Tracking water contamination

Tracking water contamination

August 17, 2016

  • A new environmental monitoring device has been pioneered by Rolf Halden's Center for Environmental Security. 

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August 17, 2016

A new environmental monitoring device has been pioneered by Rolf Halden's Center for Environmental Security. Rolf Halden's innovative in situ samplers was recently featured in Environmental Monitor, a trade magazine for environmental professionals. 

Here's the article below: 

"For common water quality parameters like pH or dissolved oxygen, there are plenty of devices out there to measure them. For low-level contaminants like pesticides, however, the situation is a little trickier. A tried-and-true method of acquiring chemical contaminant data has traditionally involved collecting “grab samples” by dipping bottles into the target water source and then transporting those bottles, which are often very heavy when they are full of water, to a lab for analysis. The trouble with this method is that the sample is from a single point in time and may not represent fluctuations in the contaminant that occur over weeks or months. Additionally, collecting water and shipping it to a lab for analysis can be expensive and something of a hassle.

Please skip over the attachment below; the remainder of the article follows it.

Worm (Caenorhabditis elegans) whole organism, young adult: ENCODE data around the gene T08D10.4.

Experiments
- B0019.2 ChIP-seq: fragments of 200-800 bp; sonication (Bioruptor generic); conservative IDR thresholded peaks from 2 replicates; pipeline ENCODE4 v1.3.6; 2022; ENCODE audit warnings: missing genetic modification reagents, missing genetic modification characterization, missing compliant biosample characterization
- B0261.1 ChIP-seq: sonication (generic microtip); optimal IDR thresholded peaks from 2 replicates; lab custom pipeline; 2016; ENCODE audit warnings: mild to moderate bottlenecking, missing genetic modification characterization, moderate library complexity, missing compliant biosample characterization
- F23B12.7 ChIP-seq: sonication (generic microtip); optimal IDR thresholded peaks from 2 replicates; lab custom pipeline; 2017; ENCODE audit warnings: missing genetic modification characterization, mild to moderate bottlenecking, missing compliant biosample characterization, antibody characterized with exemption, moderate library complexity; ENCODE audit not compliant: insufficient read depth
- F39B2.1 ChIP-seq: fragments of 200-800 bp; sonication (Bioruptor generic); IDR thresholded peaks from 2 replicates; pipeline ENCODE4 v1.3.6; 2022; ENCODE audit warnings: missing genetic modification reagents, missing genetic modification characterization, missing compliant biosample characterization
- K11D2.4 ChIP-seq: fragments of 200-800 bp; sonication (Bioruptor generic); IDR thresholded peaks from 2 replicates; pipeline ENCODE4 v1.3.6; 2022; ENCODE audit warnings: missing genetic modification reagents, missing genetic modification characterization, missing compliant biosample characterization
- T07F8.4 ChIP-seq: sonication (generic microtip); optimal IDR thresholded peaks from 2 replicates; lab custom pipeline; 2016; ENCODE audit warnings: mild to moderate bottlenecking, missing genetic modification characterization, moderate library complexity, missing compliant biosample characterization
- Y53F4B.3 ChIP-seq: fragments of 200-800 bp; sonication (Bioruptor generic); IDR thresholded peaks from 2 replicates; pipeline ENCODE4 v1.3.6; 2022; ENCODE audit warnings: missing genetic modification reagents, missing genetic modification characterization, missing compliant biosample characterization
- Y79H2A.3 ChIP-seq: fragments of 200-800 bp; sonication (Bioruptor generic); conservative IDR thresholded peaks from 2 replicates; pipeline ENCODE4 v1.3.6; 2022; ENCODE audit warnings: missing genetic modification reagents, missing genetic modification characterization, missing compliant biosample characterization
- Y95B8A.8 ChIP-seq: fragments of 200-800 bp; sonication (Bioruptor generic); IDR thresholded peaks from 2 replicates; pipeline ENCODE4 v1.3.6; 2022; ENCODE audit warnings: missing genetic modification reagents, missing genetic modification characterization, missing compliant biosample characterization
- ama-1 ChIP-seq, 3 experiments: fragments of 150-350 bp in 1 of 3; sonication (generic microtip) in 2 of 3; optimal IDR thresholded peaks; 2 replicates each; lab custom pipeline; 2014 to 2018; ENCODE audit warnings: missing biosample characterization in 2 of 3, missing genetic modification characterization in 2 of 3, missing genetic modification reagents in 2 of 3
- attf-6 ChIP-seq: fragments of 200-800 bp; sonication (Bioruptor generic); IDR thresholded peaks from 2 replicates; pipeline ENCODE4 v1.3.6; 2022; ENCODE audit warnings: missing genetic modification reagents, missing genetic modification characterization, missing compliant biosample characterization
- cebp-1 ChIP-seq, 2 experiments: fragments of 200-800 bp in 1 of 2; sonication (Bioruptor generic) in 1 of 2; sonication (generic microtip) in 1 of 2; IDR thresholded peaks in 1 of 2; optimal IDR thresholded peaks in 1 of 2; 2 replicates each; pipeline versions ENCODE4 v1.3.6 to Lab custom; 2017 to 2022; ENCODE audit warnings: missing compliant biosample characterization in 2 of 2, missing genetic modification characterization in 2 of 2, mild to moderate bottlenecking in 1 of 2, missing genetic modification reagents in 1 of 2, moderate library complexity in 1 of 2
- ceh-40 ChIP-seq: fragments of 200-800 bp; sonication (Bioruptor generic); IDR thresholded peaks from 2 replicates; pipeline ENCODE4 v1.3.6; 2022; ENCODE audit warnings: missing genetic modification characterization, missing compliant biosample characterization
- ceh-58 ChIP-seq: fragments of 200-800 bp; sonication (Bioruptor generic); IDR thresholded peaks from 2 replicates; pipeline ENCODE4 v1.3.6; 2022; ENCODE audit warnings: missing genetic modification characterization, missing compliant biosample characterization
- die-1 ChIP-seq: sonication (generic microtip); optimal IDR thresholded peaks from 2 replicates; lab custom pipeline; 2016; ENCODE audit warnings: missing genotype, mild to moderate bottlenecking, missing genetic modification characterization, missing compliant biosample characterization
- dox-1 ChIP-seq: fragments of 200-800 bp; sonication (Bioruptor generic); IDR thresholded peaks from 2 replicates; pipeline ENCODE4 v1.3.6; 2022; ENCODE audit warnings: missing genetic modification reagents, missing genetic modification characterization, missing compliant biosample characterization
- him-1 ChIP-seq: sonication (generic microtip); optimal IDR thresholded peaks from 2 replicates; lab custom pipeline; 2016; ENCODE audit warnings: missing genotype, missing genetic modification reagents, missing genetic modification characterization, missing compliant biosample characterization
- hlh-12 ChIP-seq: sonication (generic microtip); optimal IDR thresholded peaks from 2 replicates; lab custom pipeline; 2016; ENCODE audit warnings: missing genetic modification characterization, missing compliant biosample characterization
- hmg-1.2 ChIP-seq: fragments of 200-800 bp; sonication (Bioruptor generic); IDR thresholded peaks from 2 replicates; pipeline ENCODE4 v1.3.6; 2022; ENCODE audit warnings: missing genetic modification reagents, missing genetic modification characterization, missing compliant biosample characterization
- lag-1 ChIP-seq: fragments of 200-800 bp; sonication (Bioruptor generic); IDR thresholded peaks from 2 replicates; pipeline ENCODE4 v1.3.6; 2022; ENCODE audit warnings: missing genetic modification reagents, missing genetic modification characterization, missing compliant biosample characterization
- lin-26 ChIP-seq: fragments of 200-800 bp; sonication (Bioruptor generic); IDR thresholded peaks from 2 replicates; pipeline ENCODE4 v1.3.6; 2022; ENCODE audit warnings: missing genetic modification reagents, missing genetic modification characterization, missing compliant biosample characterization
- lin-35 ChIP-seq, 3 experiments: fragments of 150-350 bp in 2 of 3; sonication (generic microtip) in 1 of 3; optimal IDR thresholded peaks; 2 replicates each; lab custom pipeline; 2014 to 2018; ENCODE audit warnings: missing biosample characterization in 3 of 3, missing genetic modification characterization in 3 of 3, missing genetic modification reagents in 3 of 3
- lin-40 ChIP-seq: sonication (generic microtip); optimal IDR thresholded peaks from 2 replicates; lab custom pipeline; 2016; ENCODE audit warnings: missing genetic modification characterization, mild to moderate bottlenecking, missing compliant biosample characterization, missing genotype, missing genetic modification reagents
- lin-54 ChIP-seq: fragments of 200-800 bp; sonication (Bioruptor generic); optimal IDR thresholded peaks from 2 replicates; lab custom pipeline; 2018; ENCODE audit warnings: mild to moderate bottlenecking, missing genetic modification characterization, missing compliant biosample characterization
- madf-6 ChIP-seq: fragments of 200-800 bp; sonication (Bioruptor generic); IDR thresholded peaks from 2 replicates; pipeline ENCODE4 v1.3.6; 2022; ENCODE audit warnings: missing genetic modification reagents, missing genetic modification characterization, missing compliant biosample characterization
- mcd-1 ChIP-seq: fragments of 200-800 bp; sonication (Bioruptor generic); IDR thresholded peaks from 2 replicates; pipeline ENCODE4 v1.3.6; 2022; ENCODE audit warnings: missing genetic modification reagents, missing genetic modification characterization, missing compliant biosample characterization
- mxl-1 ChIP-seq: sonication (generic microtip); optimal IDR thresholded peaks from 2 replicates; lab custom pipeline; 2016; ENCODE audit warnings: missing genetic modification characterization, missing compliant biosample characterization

Researchers at Arizona State University have tried their hand at addressing this issue. They have developed a sampling device that integrates some of the same equipment used in the lab to enhance the signal of low-level chemical compounds; it is a device capable of collecting the chemicals directly from water, without collecting the water itself.

One of the key features of the device, aside from its ability to capture chemicals from water, is its unique ability to sample contaminants in bulk water and the sediment pore water (e.g., in a lake) simultaneously. The device was recently used in waterways of the U.S. Southwest to assess the occurrence of the pesticide fipronil, which may play a role in the plight of honeybee populations in the United States.

The device is called the In Situ Sampler for Biphasic water assessment (IS2B), and uses solid-phase extraction (SPE) technology in its design to concentrate the analytes directly in the stream of interest. SPE involves passing water through a cartridge filled with a selected resin matched to the chemicals of interest. The resin adsorbs the chemicals, effectively precipitating them out of the dissolved phase. The cartridge is subsequently taken back to the lab, the contaminant extracted from the resin using standard analytical methods, and then analyzed. The initial investigation of the device’s utility, led by Dr. Samuel Supowit while a graduate student at Arizona State, showed that the approach produces reliable results.

“We’ve taken that technology and put it into a sampler so that it is done in the field. That technology is very common and as a mature technology, cartridges and resins can be purchased commercially,” said Erin Driver, a graduate research associate at Arizona State University’s Biodesign Institute.


Written by: Joe Caspermeyer